DIY USB HIV Detection

Cercetatorii de la Imperial College of London au gasit solutia pentru a tine sub control Virusul Imunodeficientei Umane (HIV) in acele zone ale lumii cu un acces limitat la centre de ingrijire medicala. 

Acestia au dezvoltat un chip, care atasat la un stick USB, identifica (dintr-o picatura de sange), prezenta virusului in organism dar si nivelul de raspandire al acestuia. 
 

Ca urmare a descoperirilor din ultimii ani in tratamentul HIV, acesta nu mai este nici pe departe o condamnare la moarte: persoanele purtatoare ale acestui virus pot duce o viata normala, de lunga durata, medicamentele facand posibila stagnarea virusului si impiedica transmiterea acestuia de la mama la copil. 

 

Ca tratamentul sa fie eficient, este foarte importanta descoperirea virusului in faze incipiente (o persoana contaminata cu HIV poate avea primele simptome dupa 5-10 ani de la contaminare), precum si tratamentul administrat zilnic.

 

Exista zone ale lumii cu un numar de purtatori de HIV foarte mare (de exemplu in Africa Subsahariana sunt aproximativ 39 milioane de persoane infectate) unde accesul la centrele de ingrijire medicala este limitat sau chiar imposibil. 
 

In special pentru aceste zone, dar nu numai, cercetatorii de la Imperial College of London au dezvoltat un senzor atasat la un stick USB care, nu numai ca identifica prezenta virusului in sange, dar masoara si nivelul de raspandire al acestuia in organism. 

 

Daca virusul este prezent, senzorul schimba aciditatea sangelui, aciditate care este apoi transformata intr-un semnal electric. Stick-ul USB atasat la calculator, laptop sau tableta, transmite semnalul electric catre un program care masoara nivelul de HIV din picatura de sange. Monitorizarea constanta a nivelului de HIV din organism este necesara pentru a masura rezistenta virusului la tratament.  

 

Rezultatul este obtinut in mai putin de 20 de minute, folosind o singura picatura de sange, spre deosebire de testele clasice, in care rezultatul este obtinut in saptamani sau chiar luni. 

 

Folosind inventia britanicilor, testul HIV devine la fel de simplu precum masurarea nivelului de glicemie in cazul persoanelor cu diabet, putand fi facut acasa, de pacientul insusi. 

 

Este o solutie ieftina si ultra-portabila, cu o rata de succes de 95%, care poate fi folosita cu succes in zonele cu acces limitat la centre de ingrijire medicala. Testul poate fi folosit  si de catre ONG-urile internationale ale caror programe sunt directionate catre detectia incipienta a virusului HIV dar nu numai. 

 

Cercetatorii lucreaza la un senzor asemanator pentru a detecta virusul hepatic. 

 

EN: 

 

Scientists at Imperial College of London have found a solution to keep Human Immunodeficiency Virus (HIV) under control in those areas of the world with limited access to healthcare. They have developed a chip, connected to a USB stick, which identifies the presence of HIV from a drop of blood.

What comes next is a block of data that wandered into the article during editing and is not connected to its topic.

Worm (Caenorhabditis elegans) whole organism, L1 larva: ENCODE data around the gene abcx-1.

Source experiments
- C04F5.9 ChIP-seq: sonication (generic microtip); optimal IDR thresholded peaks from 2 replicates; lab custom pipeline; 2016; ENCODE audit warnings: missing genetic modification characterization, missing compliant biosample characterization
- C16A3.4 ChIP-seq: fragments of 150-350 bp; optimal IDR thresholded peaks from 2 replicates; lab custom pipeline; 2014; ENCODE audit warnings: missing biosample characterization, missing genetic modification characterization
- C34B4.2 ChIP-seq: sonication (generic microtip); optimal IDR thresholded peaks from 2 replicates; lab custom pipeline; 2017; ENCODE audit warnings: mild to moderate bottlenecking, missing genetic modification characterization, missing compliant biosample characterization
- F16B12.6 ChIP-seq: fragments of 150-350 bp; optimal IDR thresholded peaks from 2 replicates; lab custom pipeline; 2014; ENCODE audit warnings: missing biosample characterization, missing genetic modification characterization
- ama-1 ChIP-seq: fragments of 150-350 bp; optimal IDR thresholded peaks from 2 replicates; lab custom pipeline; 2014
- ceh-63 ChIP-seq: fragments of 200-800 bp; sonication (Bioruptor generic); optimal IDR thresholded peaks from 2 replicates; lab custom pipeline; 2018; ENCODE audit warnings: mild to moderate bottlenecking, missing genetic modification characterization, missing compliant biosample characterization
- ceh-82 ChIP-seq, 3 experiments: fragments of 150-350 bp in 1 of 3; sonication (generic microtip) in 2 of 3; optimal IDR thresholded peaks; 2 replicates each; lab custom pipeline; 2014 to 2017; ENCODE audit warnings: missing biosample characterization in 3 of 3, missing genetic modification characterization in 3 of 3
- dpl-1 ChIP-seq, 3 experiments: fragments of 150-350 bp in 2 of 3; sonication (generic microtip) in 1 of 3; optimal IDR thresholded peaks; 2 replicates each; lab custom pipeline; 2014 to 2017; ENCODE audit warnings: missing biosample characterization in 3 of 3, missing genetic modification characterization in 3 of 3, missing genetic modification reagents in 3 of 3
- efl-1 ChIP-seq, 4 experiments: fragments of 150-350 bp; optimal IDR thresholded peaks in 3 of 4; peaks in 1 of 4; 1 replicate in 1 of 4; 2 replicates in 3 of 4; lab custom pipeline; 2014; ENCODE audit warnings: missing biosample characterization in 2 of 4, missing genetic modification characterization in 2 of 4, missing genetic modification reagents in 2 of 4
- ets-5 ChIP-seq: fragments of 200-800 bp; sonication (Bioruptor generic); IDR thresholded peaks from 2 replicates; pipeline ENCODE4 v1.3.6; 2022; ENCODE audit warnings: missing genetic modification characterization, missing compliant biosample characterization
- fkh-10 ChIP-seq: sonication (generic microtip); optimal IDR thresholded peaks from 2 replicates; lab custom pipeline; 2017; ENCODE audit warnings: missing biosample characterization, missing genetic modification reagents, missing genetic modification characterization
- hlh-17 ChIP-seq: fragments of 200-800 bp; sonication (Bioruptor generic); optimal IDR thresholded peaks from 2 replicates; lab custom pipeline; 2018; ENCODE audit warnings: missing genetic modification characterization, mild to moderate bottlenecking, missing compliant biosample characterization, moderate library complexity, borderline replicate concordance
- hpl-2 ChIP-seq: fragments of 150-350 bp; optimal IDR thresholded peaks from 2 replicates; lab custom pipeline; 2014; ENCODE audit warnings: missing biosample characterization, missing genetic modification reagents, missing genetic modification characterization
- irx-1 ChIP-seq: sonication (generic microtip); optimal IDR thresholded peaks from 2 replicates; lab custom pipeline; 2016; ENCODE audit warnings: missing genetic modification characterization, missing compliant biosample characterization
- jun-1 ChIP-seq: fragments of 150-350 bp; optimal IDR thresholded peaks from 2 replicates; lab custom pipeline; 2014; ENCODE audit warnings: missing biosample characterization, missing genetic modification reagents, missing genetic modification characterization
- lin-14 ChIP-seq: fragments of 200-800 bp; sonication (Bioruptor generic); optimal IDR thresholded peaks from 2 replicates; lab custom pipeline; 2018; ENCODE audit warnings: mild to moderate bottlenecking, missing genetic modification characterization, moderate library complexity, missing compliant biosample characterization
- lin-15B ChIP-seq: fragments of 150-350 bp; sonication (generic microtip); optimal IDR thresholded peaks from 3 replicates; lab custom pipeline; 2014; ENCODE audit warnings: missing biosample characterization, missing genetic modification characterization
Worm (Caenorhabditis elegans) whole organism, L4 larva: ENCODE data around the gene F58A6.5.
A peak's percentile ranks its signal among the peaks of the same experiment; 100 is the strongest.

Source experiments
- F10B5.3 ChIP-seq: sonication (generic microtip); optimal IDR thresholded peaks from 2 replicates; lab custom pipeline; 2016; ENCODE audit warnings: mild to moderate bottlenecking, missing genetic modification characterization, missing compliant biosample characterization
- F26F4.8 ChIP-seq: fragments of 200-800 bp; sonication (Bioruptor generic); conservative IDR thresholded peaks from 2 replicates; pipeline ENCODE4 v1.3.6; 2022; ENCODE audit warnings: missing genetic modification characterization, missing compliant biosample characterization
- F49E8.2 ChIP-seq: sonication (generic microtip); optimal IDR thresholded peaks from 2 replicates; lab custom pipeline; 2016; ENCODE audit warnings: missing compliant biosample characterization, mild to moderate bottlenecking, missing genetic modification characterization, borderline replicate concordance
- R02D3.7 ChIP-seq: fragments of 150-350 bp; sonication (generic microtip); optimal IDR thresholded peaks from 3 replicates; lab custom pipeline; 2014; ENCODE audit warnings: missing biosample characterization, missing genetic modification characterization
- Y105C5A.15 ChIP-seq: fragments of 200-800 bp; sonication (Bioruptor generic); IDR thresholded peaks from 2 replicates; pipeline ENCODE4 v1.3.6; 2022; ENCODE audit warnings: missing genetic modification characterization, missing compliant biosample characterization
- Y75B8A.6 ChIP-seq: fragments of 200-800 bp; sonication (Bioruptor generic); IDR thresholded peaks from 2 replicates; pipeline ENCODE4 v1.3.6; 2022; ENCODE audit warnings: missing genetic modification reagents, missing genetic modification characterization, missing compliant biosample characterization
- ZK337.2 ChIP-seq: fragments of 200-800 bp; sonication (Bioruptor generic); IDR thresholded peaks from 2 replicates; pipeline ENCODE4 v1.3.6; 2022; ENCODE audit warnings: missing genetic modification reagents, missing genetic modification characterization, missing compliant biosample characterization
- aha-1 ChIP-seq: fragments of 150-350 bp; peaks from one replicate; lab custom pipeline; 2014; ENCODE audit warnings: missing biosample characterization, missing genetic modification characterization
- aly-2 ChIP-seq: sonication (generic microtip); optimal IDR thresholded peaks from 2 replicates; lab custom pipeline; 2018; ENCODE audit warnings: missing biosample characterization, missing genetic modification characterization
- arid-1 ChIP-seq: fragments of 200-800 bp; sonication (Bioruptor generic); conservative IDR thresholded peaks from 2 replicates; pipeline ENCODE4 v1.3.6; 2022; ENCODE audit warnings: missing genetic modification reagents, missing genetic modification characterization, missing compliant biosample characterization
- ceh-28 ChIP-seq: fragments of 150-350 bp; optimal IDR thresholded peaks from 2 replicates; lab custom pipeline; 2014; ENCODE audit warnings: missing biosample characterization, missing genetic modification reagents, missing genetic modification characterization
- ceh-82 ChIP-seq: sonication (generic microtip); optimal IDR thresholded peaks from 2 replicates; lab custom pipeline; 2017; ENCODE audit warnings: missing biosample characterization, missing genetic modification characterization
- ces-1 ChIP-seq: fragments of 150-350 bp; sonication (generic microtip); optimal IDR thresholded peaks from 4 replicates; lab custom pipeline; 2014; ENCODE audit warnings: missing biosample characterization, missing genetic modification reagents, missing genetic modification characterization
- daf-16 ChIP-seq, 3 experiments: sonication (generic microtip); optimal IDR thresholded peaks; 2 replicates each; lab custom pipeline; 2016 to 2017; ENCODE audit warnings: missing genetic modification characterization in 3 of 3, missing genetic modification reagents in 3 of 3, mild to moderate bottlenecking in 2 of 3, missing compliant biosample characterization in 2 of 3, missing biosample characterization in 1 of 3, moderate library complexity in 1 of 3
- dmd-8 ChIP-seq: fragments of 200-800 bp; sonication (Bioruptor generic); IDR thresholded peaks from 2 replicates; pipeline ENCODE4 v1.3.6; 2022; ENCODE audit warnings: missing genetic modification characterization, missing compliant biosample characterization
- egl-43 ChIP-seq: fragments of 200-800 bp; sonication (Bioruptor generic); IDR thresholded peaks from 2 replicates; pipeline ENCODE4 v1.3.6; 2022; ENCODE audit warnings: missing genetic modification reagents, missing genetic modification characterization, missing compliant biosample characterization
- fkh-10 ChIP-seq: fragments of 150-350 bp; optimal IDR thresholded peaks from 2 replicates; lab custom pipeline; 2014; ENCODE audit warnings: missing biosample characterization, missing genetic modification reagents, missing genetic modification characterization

As a consequence of the recent developments in HIV treatment, the virus is not like a death sentence anymore: HIV carriers have a normal and long life, the level of load (the spread of the virus in the body) is towards zero with current drug types and the virus is not transmitted anymore from mother to child during pregnancy.

 

In order for such treatments to be effective however, it is very important to detect the presence of HIV in a very early stage and take in medication on a daily basis. A person carrying HIV may only experience the first symptoms 5-10 years after contamination.

 

There are regions in the world, such as sub-Saharan Africa where the number of HIV carriers is huge (around 39 million) and the access to healthcare centers is limited or even non-existent. 

 

Specifically, but not exclusively, for these regions, the researchers at Imperial College of London have developed an USB-attached sensor. This sensor is not only able to detect the presence of HIV, but also to measure the level of load of the virus. This is very meaningful in determining whether the virus has already developed drug resistance or not yet. 

 

If the virus is present, the sensor changes the acidity of the blood, which is then transformed into an electrical signal. The electrical signal is then transmitted from the USB stick to a computer, laptop or tablet programme which measures the level of HIV load. The constant monitoring of the level of load is important to detect the virus’ resistance to drugs.

The test result (using only one drop of blood) is obtained in less than 20 minutes. This is in sharp contrast with the currently available tests, which usually give a result after several weeks or even months. 

 

Using the invention of the Britons, conducting an HIV test is as simple as the measurement of glucose level and can be done at home, by the patient himself. 

 

It is a cheap and ultra-portable solution with an accuracy rate of 95% which could be used, for example, in areas with limited access to healthcare centers or in mass programs by international NGOs with a focus on early-stage HIV detection. 

 

These researchers are also working on developing a similar sensor for hepatitis virus detection.